On 4 June the crew began plans to free the solar array, confident that they had resolved their difficulties on the ergometer. Houston's doctors were disturbed, however, by the initial results from the M171 experiment. Pulse rates had run abnormally high, and Conrad showed a series of heart palpitations.iv The medical office had said nothing about the matter to the press or the crew; in fact, the doctors had not known the details for several days because of delays in the flow of data. They attributed the high rates to the heat and harness, but some thought they might be seeing early effects of weightlessness. The doctors were particularly anxious to retest Conrad before he attempted extravehicular activity That evening Charles Ross, the crew's physician, told Conrad about the problem and said that Houston was making special plans for his M171 run the next day, scheduling the experiment over North American tracking stations so that the medical office could receive the data quickly. The doctors recommended that Conrad reduce his maximum workload. If he showed further palpitations, the doctors wanted him to avoid strenuous exercise-including the extravehicular activity.18
The crew was taken aback, believing that the doctors had overreacted to outdated information. Conrad was particularly upset by Houston's failure to ask Dr. Kerwin or himself for a personal evaluation. Before his M171 run on the 5th, Conrad requested a private communication to clarify the medical situation. Over the private line, the crew told Skylab officials that they were in excellent condition and wanted to exercise as much as possible. Kraft expressed regret at the apparent misunderstanding and assured the crew that there was no doubt about their good health. In fact the medical office had altered its plan since the previous evening, but had not told the crew. The new instructions left the M171 workload to the crew's discretion. 19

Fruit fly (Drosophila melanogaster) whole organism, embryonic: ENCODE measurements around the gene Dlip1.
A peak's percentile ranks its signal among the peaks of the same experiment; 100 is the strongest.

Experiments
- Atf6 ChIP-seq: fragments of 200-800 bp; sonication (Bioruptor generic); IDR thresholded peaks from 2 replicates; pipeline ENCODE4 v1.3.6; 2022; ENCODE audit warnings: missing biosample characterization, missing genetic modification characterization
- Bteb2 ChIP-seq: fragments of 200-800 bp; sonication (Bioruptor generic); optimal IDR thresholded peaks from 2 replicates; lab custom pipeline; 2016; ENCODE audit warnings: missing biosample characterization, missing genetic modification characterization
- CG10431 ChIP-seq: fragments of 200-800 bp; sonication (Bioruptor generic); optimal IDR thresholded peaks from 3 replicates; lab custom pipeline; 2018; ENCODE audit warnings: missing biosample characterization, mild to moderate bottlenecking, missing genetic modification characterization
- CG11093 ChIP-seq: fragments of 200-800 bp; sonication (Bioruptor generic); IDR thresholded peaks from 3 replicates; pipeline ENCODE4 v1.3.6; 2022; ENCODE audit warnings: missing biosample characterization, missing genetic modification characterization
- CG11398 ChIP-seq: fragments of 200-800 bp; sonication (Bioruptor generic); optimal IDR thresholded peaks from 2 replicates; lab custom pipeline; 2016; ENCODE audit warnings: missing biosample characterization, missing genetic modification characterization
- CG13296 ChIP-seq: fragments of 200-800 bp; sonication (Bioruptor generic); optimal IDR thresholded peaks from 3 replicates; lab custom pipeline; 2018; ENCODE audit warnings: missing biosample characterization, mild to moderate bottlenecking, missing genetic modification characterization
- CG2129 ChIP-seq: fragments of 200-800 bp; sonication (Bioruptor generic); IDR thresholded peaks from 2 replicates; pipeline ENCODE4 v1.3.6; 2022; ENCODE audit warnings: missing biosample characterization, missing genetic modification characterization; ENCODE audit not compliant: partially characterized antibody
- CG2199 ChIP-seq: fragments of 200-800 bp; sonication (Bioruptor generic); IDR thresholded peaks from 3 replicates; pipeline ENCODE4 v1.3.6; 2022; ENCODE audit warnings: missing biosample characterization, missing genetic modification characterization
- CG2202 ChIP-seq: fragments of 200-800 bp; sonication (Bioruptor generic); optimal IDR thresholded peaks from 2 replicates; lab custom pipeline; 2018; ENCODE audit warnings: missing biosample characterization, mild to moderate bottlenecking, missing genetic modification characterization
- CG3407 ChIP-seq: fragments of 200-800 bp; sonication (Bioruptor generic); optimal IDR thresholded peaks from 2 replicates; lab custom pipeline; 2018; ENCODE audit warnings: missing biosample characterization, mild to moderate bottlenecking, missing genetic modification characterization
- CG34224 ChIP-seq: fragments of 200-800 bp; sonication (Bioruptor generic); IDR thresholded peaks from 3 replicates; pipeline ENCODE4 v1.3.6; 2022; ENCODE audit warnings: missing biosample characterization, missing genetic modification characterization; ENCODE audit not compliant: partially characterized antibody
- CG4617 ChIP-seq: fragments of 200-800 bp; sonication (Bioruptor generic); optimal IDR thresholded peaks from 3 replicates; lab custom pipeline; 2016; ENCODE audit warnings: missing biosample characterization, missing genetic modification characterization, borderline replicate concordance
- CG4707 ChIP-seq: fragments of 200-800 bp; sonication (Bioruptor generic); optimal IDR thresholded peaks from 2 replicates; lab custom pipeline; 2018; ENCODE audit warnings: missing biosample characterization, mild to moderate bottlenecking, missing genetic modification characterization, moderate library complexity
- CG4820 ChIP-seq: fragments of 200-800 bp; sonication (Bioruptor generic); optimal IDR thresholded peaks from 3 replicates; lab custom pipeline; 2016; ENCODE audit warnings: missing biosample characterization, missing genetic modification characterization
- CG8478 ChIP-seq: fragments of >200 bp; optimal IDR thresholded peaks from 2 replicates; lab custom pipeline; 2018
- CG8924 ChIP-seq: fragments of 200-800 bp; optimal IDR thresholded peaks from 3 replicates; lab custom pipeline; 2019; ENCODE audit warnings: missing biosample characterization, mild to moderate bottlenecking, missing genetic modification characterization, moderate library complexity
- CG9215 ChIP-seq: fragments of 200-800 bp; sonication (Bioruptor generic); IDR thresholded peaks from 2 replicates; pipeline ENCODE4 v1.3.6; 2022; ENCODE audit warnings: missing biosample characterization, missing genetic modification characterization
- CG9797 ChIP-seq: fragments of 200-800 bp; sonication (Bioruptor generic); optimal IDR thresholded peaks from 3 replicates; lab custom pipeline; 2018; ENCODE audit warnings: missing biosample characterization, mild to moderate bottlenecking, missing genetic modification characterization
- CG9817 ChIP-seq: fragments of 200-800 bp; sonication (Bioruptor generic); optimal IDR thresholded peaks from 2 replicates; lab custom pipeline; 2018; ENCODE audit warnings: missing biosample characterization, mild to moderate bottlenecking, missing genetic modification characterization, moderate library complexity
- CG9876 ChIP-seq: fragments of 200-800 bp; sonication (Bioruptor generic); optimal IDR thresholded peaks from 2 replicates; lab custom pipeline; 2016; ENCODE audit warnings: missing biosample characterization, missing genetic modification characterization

The matter was closed that afternoon when Conrad ran the full M171 protocol without difficulty. There were no attempts thereafter to play down the importance of exercise. Conrad would later describe the incident as "a very key thing in the whole flight." At the end of the mission he was in better condition than his crewmates, presumably because of his higher level of exercise. At the first crew's urging, Houston increased physical activity on later missions, with beneficial results.20